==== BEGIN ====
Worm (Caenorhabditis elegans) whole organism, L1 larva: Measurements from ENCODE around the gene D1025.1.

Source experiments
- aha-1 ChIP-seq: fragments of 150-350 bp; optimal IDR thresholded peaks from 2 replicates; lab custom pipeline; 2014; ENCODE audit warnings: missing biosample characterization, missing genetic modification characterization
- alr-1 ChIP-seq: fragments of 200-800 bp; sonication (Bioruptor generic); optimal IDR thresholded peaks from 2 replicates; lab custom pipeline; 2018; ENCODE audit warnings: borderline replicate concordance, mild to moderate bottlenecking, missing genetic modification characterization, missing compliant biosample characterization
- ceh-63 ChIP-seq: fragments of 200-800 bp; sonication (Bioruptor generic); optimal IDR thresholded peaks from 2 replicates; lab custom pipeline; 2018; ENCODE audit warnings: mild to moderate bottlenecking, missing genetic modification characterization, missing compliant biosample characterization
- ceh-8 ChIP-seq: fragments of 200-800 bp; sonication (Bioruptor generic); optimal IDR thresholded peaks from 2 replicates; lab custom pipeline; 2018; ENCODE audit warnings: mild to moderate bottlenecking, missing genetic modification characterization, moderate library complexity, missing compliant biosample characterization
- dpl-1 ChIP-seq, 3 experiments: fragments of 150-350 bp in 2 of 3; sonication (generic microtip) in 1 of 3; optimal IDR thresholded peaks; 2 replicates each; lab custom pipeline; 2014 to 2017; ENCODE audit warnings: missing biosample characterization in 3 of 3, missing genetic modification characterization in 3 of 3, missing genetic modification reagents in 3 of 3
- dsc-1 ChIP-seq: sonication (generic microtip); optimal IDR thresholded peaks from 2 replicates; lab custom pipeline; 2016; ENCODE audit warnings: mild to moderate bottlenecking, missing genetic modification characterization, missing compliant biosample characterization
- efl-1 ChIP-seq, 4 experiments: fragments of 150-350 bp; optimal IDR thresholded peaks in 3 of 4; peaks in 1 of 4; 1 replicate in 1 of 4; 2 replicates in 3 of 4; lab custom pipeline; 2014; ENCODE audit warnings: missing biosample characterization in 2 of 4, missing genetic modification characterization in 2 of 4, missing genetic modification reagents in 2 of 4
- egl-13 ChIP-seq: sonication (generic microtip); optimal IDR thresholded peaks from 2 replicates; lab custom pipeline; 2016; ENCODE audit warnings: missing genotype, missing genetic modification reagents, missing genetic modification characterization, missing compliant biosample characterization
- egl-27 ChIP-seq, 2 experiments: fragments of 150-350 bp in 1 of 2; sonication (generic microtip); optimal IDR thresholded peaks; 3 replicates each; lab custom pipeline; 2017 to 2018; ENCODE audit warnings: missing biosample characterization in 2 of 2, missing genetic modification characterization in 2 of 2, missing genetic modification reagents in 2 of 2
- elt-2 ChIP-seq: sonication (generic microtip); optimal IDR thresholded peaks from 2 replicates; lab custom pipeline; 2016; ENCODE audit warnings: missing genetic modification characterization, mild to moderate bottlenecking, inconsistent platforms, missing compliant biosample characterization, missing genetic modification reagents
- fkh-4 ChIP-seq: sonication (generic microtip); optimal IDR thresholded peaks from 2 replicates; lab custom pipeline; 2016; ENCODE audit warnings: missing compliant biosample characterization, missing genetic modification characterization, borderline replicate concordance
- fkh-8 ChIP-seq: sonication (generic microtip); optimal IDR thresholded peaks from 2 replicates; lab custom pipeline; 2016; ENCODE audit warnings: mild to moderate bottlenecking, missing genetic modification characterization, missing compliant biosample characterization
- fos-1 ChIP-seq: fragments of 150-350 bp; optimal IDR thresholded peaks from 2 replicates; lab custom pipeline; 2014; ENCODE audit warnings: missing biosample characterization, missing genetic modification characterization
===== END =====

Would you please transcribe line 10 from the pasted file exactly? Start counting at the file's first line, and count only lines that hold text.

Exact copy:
- egl-13 ChIP-seq: sonication (generic microtip); optimal IDR thresholded peaks from 2 replicates; lab custom pipeline; 2016; ENCODE audit warnings: missing genotype, missing genetic modification reagents, missing genetic modification characterization, missing compliant biosample characterization